Issue Date: May 11, 2009
Infrared Fluorescent Protein Extends Imaging Range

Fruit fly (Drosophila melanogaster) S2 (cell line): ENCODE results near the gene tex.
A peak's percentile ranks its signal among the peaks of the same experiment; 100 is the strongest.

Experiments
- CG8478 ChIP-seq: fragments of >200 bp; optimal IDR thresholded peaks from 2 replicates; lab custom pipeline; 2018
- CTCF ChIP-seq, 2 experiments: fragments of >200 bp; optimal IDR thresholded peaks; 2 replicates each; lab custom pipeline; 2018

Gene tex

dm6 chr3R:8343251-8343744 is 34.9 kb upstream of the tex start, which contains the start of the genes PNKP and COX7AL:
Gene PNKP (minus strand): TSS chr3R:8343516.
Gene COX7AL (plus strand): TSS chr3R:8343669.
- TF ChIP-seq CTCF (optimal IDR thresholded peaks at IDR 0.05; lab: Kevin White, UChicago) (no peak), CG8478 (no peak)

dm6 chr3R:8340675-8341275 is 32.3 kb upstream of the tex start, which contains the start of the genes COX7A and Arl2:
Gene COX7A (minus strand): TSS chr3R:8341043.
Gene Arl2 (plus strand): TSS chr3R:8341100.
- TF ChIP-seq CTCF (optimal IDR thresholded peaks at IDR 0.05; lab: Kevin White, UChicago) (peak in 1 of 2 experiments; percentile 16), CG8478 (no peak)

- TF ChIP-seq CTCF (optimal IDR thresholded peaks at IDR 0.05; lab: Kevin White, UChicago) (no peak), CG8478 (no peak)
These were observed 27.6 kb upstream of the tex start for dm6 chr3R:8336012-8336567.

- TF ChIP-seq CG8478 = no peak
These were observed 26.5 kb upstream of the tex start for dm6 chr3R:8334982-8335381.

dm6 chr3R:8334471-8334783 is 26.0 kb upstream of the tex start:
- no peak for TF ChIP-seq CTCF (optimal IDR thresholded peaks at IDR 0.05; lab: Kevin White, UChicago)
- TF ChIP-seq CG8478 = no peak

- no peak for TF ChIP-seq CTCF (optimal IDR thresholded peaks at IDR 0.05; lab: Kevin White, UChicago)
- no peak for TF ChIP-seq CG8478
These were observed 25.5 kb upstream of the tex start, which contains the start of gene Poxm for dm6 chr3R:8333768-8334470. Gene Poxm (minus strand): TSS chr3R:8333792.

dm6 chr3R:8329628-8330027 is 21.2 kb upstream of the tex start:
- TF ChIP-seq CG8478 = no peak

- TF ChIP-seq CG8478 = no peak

The best wavelengths for optical imaging in animal tissues are between 650 and 900 nm because those wavelengths avoid background interferences and allow penetration of light through the tissue. But fluorescent proteins, which are commonly used to label proteins of interest, have not been available in this wavelength range, until now. Roger Y. Tsien of the University of California, San Diego, and coworkers report an infrared fluorescent protein engineered from a bacterial phytochrome that can be expressed in mammalian cells (Science 2009, 324, 804). When expressed, the protein incorporates biliverdin IXα as a chromophore and exhibits excitation and emission peaks at 684 nm and 708 nm, respectively. Biliverdin, which is an intermediate in the natural breakdown of heme, is readily available in mammals but has negligible fluorescence on its own. The engineered protein fluoresces brightly when expressed in human embryonic kidney cells, and adding exogenous biliverdin boosts the fluorescence when endogenous biliverdin has not already saturated the protein. The researchers used the protein to image human embryonic kidney cells and the livers of living mice.
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